5. Actavis Pharma, Inc.
  6. Amneal Pharmaceuticals, Inc.
  7. Apotex Corp.
  8. Aurobindo Pharma U.S.A., Inc.
  9. Breckenridge Pharmaceutical, Inc.
  10. Dr. Reddy’s Laboratories, Inc.
  11. Glenmark Pharmaceuticals Inc. USA
  12. Greenstone LLC
  13. Lannett Company, Inc.
  14. Lupin Pharmaceuticals, Inc.
  15. Par Pharmaceutical Companies, Inc.
  16. Pfizer, Inc.
  17. Taro Pharmaceuticals USA, Inc.
  18. Upsher-Smith Laboratories, LLC
  19. Wockhardt USA, LLC
  20. Zydus Pharmaceuticals (USA), Inc.

Drugs listed in the complaint as subject to price-fixing and market allocation agreements:

  1. Adapalene Gel
  2. Amiloride HCL/HCTZ Tablets
  3. Amoxicillin/Clavulanate Chewable Tablets
  4. Amphetamine/Dextroamphetamine ER (aka Mixed Amphetamine Salts)
  5. Amphetamine/Dextroamphetamine IR
  6. Azithromycin Oral Suspension
  7. Azithromycin Suspension
  8. Baclofen Tablets
  9. Benazepril HCTZ
  10. Bethanechol Chloride Tablets
  11. Budesonide DR Capsules
  12. Budesonide Inhalation
  13. Bumetanide Tablets
  14. Buspirone Hydrochloride Tablets
  15. Cabergoline
  16. Capecitabine
  17. Carbamazepine Chewable Tablets
  18. Carbamazepine Tablets
  19. Cefdinir Capsules
  20. Cefdinir Oral Suspension
  21. Cefprozil Tablets
  22. Celecoxib
  23. Cephalexin Suspension
  24. Cimetidine Tablets
  25. Ciprofloxacin Tablets
  26. Clarithromycin ER Tablets
  27. Clemastine Fumarate Tablets
  28. Clomipramine HCL
  29. Clonidine TTS Patch
  30. Clotrimazole Topical Solution
  31. Cyproheptadine HCL Tablets
  32. Desmopressin Acetate Tablets
  33. Desogestrel/Ethinyl Estradiol Tablets (Kariva)
  34. Dexmethylphenidate
  35. Dextroamphetamine Sulfate ER
  36. Diclofenac Potassium Tablets
  37. Dicloxacillin Sodium Capsules
  38. Diflunisal Tablets
  39. Diltiazem HCL Tablets
  40. Disopyramide Phosphate Capsules
  41. Doxazosin Mesylate Tablets
  42. Drospirenone and ethinyl estradiol (Ocella)
  43. Enalapril Maleate Tablets
  44. Entecavir
  45. Epitol Tablets
  46. Estazolam Tablets
  47. Estradiol Tablets
  48. Ethinyl estradiol and levonorgestrel (Portia and Jolessa)
  49. Ethosuximide Capsules
  50. Ethosuximide Oral Solution
  51. Etodolac ER Tablets
  52. Etodolac Tablets
  53. Fenofibrate
  54. Fluconazole Tablets
  55. Fluocinonide Cream
  56. Fluocinonide Emolient Cream
  57. Fluocinonide Gel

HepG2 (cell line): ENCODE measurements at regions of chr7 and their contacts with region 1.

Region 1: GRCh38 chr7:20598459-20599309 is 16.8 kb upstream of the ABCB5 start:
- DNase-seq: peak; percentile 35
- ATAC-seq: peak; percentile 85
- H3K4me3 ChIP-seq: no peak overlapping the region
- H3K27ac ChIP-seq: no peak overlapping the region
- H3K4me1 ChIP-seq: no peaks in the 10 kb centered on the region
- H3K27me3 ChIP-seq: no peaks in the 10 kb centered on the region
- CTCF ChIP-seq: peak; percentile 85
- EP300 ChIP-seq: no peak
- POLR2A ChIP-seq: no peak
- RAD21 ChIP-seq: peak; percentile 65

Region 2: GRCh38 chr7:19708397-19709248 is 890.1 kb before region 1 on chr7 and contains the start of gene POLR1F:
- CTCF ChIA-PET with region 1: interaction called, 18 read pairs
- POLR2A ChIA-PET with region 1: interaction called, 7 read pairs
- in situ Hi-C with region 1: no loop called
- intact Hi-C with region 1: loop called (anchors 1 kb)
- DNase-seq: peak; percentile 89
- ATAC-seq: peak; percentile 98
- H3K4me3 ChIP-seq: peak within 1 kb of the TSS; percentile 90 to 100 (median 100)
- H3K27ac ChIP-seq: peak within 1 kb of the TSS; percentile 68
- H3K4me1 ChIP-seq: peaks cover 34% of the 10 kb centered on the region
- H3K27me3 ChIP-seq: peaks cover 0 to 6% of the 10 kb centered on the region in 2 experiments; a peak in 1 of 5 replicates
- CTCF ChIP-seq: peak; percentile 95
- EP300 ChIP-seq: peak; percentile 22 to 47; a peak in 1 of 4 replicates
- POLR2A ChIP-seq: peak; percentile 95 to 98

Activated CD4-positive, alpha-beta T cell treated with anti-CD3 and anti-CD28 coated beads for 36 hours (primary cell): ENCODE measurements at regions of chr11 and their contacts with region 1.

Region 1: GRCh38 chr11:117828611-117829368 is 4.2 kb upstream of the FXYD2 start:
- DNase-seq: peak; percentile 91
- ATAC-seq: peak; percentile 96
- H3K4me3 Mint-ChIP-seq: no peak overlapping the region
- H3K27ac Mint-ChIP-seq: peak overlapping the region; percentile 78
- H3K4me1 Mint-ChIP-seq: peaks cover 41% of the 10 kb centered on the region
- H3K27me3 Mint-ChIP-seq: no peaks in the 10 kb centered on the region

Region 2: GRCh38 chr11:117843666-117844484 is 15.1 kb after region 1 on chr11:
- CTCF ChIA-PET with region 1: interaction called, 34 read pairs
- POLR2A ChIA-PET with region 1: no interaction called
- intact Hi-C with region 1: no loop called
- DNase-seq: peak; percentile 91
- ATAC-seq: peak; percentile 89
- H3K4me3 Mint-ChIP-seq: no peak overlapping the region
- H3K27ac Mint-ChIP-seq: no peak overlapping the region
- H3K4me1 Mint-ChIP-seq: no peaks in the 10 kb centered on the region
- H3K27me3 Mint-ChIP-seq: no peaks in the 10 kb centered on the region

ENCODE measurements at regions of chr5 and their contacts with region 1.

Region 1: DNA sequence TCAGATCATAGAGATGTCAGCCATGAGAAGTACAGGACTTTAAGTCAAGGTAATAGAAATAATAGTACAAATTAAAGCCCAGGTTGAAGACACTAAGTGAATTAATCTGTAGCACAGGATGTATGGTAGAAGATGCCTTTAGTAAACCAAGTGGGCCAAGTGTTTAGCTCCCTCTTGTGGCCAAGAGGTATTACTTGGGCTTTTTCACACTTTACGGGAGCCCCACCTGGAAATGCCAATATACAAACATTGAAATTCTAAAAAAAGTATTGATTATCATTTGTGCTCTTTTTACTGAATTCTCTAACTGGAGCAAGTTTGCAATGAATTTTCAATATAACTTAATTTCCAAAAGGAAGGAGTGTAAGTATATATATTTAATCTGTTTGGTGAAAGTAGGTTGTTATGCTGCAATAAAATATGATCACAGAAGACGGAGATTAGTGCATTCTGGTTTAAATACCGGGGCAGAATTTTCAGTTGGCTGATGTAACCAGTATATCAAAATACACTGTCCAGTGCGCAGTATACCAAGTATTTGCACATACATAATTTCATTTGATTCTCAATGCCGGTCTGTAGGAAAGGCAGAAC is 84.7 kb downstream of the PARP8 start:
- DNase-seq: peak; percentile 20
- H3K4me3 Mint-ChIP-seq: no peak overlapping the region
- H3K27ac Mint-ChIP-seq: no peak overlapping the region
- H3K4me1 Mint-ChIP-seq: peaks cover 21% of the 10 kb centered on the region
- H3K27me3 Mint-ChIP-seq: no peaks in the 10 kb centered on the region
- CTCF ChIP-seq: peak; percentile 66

58. Fluocinonide Ointment
  59. Fluoxetine HCL Tablets
  60. Flurbiprofen Tablets
  61. Flutamide Capsules
  62. Fluvastatin Sodium Capsules
  63. Gabapentin Tablets
  64. Glimepiride Tablets
  65. Griseofulvin Suspension
  66. Haloperidol
  67. Hydroxyurea Capsules
  68. Hydroxyzine Pamoate Capsules
  69. Irbesartan
  70. Isoniazid
  71. Ketoconazole Cream
  72. Ketoconazole Tablets
  73. Ketoprofen Capsules
  74. Ketorolac Tromethamine Tablets
  75. Labetalol HCL Tablets
  76. Lamivudine/Zidovudine (generic Combivir)
  77. Levothyroxine
  78. Loperamide HCL Capsules
  79. Medroxyprogesterone Tablets
  80. Methotrexate Tablets
  81. Mimvey (Estradiol/Noreth) Tablets
  82. Moexipril HCL Tablets
  83. Moexipril HCL/HCTZ Tablets
  84. Nabumetone Tablets
  85. Nadolol Tablets
  86. Niacin ER Tablets
  87. Nitrofurantoin MAC Capsules
  88. Norethindrone/ethinyl estradiol (Balziva)
  89. Northindrone Acetate
  90. Nortriptylline Hydrochloride Capsules
  91. Omega-3-Acid Ethyl Esters
  92. Oxaprozin Tablets
  93. Oxybutynin Chloride Tablets
  94. Paricalcitol
  95. Penicillin VK Tablets
  96. Pentoxifylline Tablets
  97. Piroxicam
  98. Pravastatin Sodium Tablets
  99. Prazosin HCL Capsules
  100. Prochlorperazine Tablets
  101. Propranolol HCL Tablets
  102. Raloxifine HCL Tablets
  103. Ranitidine HCL Tablets
  104. Tamoxifen Citrate Tablets
  105. Temozolomide
  106. Tizanidine
  107. Tobramycin
  108. Tolmetin Sodium Capsules
  109. Tolterodine ER
  110. Tolterodine Tartrate
  111. Topiramate Sprinkle Capsules
  112. Trifluoperazine HCL
  113. Valsartan HCTZ
  114. Warfarin Sodium Tablets

The Oregon Department of Justice (DOJ) is led by Attorney General Ellen Rosenblum, and serves as the state’s law firm. The Oregon DOJ advocates for and protects all Oregonians, especially the most vulnerable, such as children and seniors.


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Sean Flynn was a photojournalist in Vietnam, taken captive in 1970 in Cambodia and never seen again.